– Reviewed by Becky Varley–Winter –
“I thought I knew this country” Robin Houghton writes in ‘Old ground’ – “how small that thinking was.” All the Relevant Gods contains many eloquent meditations on place, here exploring a map that depicts lakes and forests from above: “It’s as if a god’s waters broke and she never went back / north to where crocodiles lie for weeks in dirt / waiting for the wet – up there in the desert”.
I’m immediately reminded of Elizabeth Bishop’s ‘The Map‘, which is a likely influence, as there’s a similarly precise and self-interrogating mood in ‘Old ground’. However, while Bishop’s map is defined by the appeal of countries perhaps never visited, known through archetypes, traversed by trade, Houghton focusses on personal memory, its blind-spots and distortions. As the land shifts from the personal to a birds-eye view, it’s as if the speaker’s intimate, foetal, half-blind understanding of the country breaks apart like the ‘god’s waters’ falling into lakes. An unnamed “you” shows the speaker elements of this landscape that were invisible to them, places that they are unable to pronounce, the map re-folded in the speaker’s pocket, “spring-loaded, ready to bounce away.”
Some poems in this pamphlet contain a one-two beat of question and answer, and while these structures are still effective, the poems that stay with me the longest after I close the pages are those that seem to search for answers that cannot be given, resonant no-man’s-lands hidden beneath smooth surfaces. Houghton is especially striking on corporate culture, writing poems set in meeting rooms and hotels, such as ‘She discovered the internet’:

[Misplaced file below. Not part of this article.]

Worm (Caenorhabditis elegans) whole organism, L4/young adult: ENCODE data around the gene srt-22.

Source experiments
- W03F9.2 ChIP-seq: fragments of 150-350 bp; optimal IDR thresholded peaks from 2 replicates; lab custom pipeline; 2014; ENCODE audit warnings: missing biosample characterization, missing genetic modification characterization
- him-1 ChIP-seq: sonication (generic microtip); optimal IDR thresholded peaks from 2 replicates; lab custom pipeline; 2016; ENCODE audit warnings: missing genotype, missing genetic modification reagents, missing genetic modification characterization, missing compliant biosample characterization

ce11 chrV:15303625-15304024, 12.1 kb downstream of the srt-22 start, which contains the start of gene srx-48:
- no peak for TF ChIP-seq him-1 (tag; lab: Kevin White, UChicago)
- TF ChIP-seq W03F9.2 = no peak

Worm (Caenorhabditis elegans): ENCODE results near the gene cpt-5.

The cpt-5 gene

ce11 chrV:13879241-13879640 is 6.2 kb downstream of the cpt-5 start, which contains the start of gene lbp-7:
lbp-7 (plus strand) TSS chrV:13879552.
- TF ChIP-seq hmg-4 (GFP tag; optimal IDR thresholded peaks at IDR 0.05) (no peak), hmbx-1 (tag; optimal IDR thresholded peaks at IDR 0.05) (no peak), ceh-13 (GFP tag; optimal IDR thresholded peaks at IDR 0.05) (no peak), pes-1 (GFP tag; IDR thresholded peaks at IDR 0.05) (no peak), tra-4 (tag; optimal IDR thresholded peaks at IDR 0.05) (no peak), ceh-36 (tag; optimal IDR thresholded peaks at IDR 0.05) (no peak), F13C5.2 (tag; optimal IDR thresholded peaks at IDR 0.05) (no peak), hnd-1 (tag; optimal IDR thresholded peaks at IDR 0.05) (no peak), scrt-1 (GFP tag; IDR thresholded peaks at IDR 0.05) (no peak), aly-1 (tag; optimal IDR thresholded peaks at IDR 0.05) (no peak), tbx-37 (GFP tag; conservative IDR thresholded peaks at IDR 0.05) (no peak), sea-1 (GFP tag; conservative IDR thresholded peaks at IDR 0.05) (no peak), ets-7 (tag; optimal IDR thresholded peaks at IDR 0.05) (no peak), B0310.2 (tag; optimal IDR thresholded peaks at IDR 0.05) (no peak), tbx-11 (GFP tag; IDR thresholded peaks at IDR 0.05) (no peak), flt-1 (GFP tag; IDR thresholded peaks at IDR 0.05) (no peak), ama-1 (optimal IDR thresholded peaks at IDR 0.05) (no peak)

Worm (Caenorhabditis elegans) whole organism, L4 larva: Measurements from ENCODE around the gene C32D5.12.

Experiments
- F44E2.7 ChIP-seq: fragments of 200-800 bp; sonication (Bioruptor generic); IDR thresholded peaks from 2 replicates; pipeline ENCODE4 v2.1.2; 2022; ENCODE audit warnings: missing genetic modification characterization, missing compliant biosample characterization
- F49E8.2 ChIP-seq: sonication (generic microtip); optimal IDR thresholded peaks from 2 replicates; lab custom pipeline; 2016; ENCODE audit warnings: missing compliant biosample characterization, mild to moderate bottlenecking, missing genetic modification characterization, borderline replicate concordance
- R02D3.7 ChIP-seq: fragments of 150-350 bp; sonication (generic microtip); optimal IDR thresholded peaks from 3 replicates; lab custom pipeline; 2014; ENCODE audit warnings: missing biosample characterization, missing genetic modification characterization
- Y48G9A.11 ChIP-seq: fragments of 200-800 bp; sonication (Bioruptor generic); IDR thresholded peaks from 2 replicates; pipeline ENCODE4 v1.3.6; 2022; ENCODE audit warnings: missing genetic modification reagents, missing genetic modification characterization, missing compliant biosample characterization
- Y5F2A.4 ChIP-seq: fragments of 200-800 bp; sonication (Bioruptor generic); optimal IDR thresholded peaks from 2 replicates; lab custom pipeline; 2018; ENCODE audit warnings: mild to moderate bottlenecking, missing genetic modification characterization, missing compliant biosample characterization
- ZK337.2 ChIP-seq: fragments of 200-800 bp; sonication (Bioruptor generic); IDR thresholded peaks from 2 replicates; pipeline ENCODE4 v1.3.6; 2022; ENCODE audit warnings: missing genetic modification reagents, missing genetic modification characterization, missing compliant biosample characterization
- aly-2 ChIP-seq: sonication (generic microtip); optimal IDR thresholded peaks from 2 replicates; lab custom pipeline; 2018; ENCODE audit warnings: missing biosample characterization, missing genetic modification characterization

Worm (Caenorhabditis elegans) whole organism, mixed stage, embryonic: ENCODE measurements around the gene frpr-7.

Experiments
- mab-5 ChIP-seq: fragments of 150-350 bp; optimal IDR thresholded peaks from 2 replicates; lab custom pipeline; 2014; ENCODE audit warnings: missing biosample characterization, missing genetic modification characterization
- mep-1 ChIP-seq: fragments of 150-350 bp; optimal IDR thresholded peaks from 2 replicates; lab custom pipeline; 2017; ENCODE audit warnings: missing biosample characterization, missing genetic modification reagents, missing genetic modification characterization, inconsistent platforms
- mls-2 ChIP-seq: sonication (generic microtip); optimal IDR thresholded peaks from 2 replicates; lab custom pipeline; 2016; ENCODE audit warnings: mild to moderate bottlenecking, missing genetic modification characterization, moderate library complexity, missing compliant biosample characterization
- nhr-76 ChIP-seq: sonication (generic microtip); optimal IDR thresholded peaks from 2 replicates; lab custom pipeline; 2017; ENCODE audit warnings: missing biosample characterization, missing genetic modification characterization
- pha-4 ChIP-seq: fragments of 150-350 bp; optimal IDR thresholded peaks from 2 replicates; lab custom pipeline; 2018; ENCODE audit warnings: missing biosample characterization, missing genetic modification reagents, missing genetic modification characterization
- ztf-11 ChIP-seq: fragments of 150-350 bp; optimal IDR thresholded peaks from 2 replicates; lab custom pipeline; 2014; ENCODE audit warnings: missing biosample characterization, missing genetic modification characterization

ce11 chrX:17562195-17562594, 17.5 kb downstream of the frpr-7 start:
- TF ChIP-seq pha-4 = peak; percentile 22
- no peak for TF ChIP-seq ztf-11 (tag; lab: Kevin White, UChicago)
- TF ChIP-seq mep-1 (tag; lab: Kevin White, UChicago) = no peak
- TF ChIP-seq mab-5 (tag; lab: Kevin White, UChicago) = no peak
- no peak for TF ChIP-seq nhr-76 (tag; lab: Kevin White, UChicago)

[…] Somewhere between
the door of the blue meeting room, heavy with meaning –
form follows function – and the tubular chair, I stopped believing
in my hard-copy life, in cushioning, in adiprene™ and in everything
I’d learnt, or said, or done before that day. This had to stay secret.
I guarded it like a cat guards a bird with one wing: mine, mine.
This winded/wounded ending is followed by the excellent poem ‘Four Star’, with its half-grotesque opening line: “I’m stuck to this spot like a leech drawing blood. / Half on a queen bed, half off.” Hungover after a one-night stand, the poem meditates “How easy to mistake colleagues for lovers / hotels for havens”. It’s both sexy and melancholy, basking in hotel blues.
Houghton also writes about the seemingly dead greys of London, commuter lines and closed factories. These unsettled poems move over the body of the city as if its aches can be located but not healed, thriving on buried traces.
There is also joy in this work. Houghton’s final poem, ‘Two Honeymoons’, shifts from potent loneliness to companionship. The first honeymoon she recounts is faded, recalled through distant photographs with “a blurred expression”, but the second is full of warmth:
[…] Every night, in this church or that
we could have heard the Four Seasons by candlelight,
we talked of it but never went, and instead grew fat
on the silence of lapping water and our own mystery.
Winter was over and Spring sensed our impatience:
we didn’t know how long we had, […]
All the Relevant Gods is persistently compelling. In ‘Two Honeymoons’, couples themselves become a shared landscape transforming the city around them. Without emotional connection, these poems seem to say, the places you inhabit die to you too. The heart is also a place.